Consuelo Hernandez

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A conversation with the sister of Daniel Hernandez. Daniel, an intern for Congresswoman Giffords, is credited with helping save her life by administering first aid on the scene.

Ted Simons: We wrap up the show with a conversation with a conversation that I had earlier with the sister of Daniel Hernandez, an intern for representative Giffords, Hernandez is credited for helping save Giffords life by giving her first aid on the scene.

Ted Simons: Consuelo, thank you for joining us on "Horizon."

Consuelo: It's a pleasure.

Ted Simons: Talk to us about your brother. The rest of the world, he's called a hero.

Consuelo: He didn't like the fact that he's being called a hero. He did what was right.

Ted Simons: How did you hear about the shooting incident.

Consuelo: He called my mother and let us know that he was ok and Gabrielle Giffords had been shot.

Ted Simons: Your parents must have been worried sick.

Consuelo: Oh, yeah, it was a quick phone call. Just let us know he was ok. Probably less than a minute.
Ted Simons: And he didn't have a chance to say too much at that time.
Consuelo: No, he just hung up the phone and we heard it on the news and we got worried so we headed to the hospital.

Ted Simons: Have you had a chance to talk to him much.

Consuelo: Not really, he told us everything, basically what everybody knows and hasn't had the chance to have a chance to breathe.

Ted Simons: Yeah.
Consuelo: Because of everybody overwhelming him.

Ted Simons: I was going to say --

Consuelo: At least from my point of view.

Ted Simons: That's a concern, because he hasn't had a chance to sit down and reflect on what just happened, has he?

Consuelo: No, everything is surreal for everybody. For Gabrielle Giffords' family and Gabe's family. Everybody.

Ted Simons: Tell us again about your brother in the sense of, obviously very interested in politics and got involved at a relatively young age. How did he get involved in you'll of this?

Consuelo: First he was going to premed and then suddenly changed. It was a school trip, I believe, and he came back from Washington D.C. and he just -- he was more interested in politics. It just shifted for him.
Ted Simons: He got the bug, didn't he?

Consuelo: Yeah. [Laughter]

Ted Simons: And working with representative Giffords. I understand, you're at the U of A.

Consuelo: Correct.

Ted Simons: And he's at the U of A, too.

Consuelo: Correct.

Ted Simons: You both went to Sunnyside High School in Tucson. That high school helped to prepare him for this incident.

Consuelo: Most definitely. There's a program, a medical-related program. And the teacher gives us opportunity to take a nursing assistant program and a CPR program, that's what we have to take, our senior year, and we both took advantage of it. And he did also. And he also took -- he's a phlebotomist as well.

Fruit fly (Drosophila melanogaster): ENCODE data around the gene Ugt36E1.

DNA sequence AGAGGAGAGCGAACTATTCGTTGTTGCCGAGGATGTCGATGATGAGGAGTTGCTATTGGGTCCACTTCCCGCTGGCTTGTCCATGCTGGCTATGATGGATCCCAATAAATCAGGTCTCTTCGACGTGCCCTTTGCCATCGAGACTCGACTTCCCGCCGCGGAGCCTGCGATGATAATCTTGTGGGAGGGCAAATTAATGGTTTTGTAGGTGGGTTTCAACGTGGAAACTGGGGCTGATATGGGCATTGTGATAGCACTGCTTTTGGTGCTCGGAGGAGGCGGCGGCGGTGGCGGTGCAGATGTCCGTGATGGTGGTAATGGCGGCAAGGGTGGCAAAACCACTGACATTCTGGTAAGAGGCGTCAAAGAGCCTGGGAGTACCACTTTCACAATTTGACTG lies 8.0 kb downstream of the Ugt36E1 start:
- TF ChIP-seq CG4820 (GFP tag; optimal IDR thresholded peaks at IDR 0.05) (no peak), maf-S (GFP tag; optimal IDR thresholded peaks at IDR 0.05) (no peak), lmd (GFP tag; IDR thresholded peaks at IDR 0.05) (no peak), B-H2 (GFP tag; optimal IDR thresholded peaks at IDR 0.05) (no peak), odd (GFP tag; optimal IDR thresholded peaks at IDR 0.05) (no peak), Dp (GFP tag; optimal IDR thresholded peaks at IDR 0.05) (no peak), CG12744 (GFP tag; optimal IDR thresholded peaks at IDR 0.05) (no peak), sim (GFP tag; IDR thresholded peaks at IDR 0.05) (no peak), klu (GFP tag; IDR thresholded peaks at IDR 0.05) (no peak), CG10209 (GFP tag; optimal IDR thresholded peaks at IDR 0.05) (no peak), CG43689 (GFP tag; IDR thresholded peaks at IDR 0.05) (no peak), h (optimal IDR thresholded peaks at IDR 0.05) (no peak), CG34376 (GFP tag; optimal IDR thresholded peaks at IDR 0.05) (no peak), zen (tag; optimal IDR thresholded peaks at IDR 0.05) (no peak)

Ted Simons: my goodness it sure did. He's been interviewed and been everywhere and asked the same questions and responded in the same ways, and I think all of us have been taken by how calm and professional he seems to be. Especially at that young of age. Are you surprised by that?

Consuelo: No not really, he's always been that kind of man, I guess. Ever since he was little. He's always been well composed and taking care of other people and just not worried about anyone else besides him.

Ted Simons: Do you think this incident will change his priority, his direction in any way?

Consuelo: No, I believe he has his priorities set, and he's going to keep going toward everything.

Ted Simons: How about you? Does it change you much?

Consuelo: I don't know, it's surreal to me and my family. But no, just helped us see we all need to come together as a community and not -- there's no hate in this -- hate is not a word in this new year.

Ted Simons: I was going to say, last question. I'm not going to ask if you're proud of your brother. That would be a silly question. But when you sit back and realize what happened and what your brother did, how does it make you feel?

Consuelo: I'm proud of my brother. He's always doing the right thing. He's like a 50-year-old to us. He doesn't enjoy himself. He's always out doing things that help others or for the community and public service. But I'm proud of him, it's just he did the right thing. I don't consider him a hero because he -- he -- I mean, I don't know how I would -- I would have reacted but he did the right thing and that's all that matters. So being called a hero doesn't matter to me.

Ted Simons: Consuelo thanks for joining us and talking to us about your brother.

Consuelo: Thank you.

Consuelo Hernandez

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